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Categories and gradience in intonation

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Intonation, or the melody of speech, plays a central role in human communication, since it can provide immediate cues to the start of a new word or phrase in the speech stream, and to the meaning of utterances. As a consequence, when the intonation is wrong, communication often breaks down. However, intonation is notoriously difficult to analyse because of its continuous nature, its multiple functions, and its interaction with other parts of the grammar. As a consequence, it remains unclear how exactly it is realised, what units are involved, how it contributes to speech comprehension, and how it is processed in the brain.

The Autosegmental-Metrical (AM) framework for intonational analysis (Pierrehumbert 1980, Gussenhoven 1984, 2004, Ladd 1996, Jun 2005) offers discrete, economical and insightful formalisations of intonation systems, which promise to provide the key to understanding cross-linguistic, -dialectal and -stylistic intonational variation, which in turn will open up new avenues for researching cognitive and neural aspects of intonation processing. Although AM is now firmly established as the predominant theoretical framework in the field, a major issue for the theory is that there is little evidence to support the central tenet that underpins it: the assumption that intonation contours can be analysed in terms of a limited number of discrete phonological categories which can be realised in gradiently varying ways at a phonetic level. The problem is that functional categories and gradient variation are closely intertwined in intonation, since both can be used to signal linguistic as well as paralinguistic variation in meaning (e.g. Crystal 1969, Bolinger 1970).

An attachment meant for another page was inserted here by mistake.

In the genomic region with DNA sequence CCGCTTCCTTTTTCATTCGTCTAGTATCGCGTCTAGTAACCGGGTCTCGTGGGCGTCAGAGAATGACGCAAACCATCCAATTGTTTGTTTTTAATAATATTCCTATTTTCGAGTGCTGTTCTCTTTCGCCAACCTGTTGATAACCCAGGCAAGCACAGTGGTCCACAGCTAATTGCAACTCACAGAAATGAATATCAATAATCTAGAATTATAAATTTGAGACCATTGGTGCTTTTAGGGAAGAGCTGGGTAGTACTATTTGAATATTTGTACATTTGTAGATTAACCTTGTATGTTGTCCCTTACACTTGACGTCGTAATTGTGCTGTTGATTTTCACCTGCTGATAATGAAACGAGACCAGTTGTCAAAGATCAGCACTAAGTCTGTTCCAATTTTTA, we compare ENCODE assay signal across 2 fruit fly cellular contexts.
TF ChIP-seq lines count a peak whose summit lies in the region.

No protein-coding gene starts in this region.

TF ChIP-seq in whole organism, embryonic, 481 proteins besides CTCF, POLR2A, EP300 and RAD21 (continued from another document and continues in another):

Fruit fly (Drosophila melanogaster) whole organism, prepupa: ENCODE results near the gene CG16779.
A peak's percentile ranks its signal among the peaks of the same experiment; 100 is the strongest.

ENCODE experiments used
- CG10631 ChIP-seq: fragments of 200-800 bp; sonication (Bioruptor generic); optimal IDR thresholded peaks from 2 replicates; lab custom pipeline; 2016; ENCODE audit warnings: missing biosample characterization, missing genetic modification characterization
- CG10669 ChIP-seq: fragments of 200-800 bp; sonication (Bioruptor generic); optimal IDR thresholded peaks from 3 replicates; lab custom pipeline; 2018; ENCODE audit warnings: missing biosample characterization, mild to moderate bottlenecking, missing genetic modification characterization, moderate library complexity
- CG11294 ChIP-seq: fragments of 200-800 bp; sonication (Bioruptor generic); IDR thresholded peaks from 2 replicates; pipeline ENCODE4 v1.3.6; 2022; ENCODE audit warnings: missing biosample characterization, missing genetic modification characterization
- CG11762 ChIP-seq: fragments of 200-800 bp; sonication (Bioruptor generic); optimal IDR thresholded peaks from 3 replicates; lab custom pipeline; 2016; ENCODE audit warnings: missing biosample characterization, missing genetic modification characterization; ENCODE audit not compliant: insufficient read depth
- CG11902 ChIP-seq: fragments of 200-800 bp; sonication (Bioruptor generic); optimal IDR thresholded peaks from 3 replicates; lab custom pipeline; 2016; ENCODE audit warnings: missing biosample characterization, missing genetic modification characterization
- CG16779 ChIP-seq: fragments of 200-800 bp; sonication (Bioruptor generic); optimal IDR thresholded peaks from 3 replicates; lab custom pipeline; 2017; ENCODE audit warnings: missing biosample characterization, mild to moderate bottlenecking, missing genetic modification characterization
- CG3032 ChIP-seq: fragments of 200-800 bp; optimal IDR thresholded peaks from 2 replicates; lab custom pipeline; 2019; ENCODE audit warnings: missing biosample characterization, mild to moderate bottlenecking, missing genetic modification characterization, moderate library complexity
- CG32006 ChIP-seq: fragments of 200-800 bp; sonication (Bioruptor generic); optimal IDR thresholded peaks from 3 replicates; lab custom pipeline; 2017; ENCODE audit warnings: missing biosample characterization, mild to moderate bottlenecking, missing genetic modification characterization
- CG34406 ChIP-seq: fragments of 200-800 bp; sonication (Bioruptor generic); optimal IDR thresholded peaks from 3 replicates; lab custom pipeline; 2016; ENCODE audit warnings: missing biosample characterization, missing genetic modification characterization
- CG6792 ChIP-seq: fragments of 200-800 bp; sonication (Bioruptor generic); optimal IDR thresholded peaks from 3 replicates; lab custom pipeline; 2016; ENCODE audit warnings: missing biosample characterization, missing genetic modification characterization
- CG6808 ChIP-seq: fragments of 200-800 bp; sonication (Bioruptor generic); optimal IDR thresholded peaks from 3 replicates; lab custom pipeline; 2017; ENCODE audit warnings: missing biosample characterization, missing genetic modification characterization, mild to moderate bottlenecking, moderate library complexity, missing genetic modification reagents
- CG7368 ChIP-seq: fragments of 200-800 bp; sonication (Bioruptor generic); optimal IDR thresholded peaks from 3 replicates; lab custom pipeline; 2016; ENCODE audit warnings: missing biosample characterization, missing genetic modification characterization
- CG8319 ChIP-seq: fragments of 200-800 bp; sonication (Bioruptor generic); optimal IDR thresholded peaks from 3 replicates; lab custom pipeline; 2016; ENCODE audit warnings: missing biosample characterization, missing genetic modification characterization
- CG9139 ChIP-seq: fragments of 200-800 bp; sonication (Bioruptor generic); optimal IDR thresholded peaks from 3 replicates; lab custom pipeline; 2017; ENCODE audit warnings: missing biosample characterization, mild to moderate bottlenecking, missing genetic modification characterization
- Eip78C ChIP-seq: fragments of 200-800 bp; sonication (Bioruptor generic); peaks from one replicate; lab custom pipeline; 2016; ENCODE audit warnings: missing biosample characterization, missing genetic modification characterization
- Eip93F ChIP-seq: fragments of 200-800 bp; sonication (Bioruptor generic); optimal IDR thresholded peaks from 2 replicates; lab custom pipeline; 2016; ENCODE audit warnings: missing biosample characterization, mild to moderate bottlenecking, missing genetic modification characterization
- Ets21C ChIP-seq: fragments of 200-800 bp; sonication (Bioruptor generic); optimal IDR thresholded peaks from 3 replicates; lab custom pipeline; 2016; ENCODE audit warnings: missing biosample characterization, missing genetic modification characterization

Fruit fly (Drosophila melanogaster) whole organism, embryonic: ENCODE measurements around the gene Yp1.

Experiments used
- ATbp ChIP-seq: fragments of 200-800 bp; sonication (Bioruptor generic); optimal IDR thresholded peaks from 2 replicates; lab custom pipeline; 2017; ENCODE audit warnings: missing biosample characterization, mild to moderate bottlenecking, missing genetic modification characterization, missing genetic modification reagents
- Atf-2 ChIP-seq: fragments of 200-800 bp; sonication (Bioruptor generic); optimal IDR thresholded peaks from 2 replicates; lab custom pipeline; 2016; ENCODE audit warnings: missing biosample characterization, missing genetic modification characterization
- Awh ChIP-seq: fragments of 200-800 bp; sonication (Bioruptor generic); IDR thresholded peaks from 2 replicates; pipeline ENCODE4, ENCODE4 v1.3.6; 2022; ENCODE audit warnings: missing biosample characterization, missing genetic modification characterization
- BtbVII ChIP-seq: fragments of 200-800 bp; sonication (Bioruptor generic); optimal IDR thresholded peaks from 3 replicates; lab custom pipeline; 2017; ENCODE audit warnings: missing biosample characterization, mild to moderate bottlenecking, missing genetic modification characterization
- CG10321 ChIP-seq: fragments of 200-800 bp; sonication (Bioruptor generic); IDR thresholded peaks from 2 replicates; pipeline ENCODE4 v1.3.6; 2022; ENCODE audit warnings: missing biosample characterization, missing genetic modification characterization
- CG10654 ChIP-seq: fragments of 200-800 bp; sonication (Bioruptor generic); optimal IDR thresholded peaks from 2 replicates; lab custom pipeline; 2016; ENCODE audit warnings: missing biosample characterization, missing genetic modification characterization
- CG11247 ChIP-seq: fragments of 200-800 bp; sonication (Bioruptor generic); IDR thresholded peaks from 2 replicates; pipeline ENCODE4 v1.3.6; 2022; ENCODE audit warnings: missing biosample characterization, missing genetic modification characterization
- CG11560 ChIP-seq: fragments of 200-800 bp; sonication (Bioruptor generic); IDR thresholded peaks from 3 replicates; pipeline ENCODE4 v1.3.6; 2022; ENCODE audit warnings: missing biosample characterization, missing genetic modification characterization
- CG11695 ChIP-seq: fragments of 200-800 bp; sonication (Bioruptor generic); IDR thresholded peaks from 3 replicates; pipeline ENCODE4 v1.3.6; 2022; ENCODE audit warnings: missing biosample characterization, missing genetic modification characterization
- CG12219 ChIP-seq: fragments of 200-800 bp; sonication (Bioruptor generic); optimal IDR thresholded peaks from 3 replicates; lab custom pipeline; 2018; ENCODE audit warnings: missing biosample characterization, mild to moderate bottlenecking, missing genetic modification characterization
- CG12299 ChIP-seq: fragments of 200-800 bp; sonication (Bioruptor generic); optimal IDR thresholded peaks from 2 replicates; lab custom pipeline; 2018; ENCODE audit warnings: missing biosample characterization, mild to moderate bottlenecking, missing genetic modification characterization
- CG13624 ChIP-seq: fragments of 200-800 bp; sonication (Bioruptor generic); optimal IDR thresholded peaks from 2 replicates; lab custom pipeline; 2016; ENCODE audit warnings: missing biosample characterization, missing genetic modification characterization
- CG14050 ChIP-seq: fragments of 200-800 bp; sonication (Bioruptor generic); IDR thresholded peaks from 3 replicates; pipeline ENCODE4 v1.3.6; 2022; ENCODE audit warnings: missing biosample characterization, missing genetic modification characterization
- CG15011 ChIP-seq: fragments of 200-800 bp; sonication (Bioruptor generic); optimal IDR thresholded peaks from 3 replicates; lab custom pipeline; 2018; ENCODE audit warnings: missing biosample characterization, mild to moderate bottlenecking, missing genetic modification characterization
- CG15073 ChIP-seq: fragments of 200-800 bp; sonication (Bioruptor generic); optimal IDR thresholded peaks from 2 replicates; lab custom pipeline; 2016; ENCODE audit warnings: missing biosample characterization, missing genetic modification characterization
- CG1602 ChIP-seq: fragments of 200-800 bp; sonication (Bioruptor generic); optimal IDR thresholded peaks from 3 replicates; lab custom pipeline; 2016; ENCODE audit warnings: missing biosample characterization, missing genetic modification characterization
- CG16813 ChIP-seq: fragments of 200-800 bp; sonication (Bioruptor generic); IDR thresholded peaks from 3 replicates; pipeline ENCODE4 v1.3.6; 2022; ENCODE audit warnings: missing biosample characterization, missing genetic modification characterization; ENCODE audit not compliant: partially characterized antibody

In this talk, I will present the ESRC -funded project Categories and gradience in intonation: Evidence from linguistics and neurobiology (RES-061-25-0347; January 2009 – October 2011; collaborators Francis Nolan, Linguistics & Emmanuel Stamatakis, Anaesthesia; RA Toby Hudson). Its two main objectives are (1) to use a combination of empirical paradigms to test AM’s central tenet, and (2) to pin down the neural architecture that supports the processing of the intonational information at issue. First, I will illustrate how intonational forms can be usefully analysed in terms of categories, but also that categorisation is problematic. Then I will discuss various techniques which have been successfully applied to investigate phonological category membership in related areas. Finally, I will outline a series of speech production and perception experiments, as well as two fMRI experiments, which will identify (1) the perceptual effects of certain acoustic changes in intonation patterns, and (2) the brain systems that are involved in processing lower-level sound-based information, and higher-level, more abstract aspects of intonation. Taken together, they will not only test a theory on which virtually all current research in intonation hinges, but also provide the first neurobiological evidence of a refined, linguistically informed model of the neural underpinnings of intonation, offering a template for future studies in this area.

This talk is part of the RCEAL Tuesday Colloquia series.

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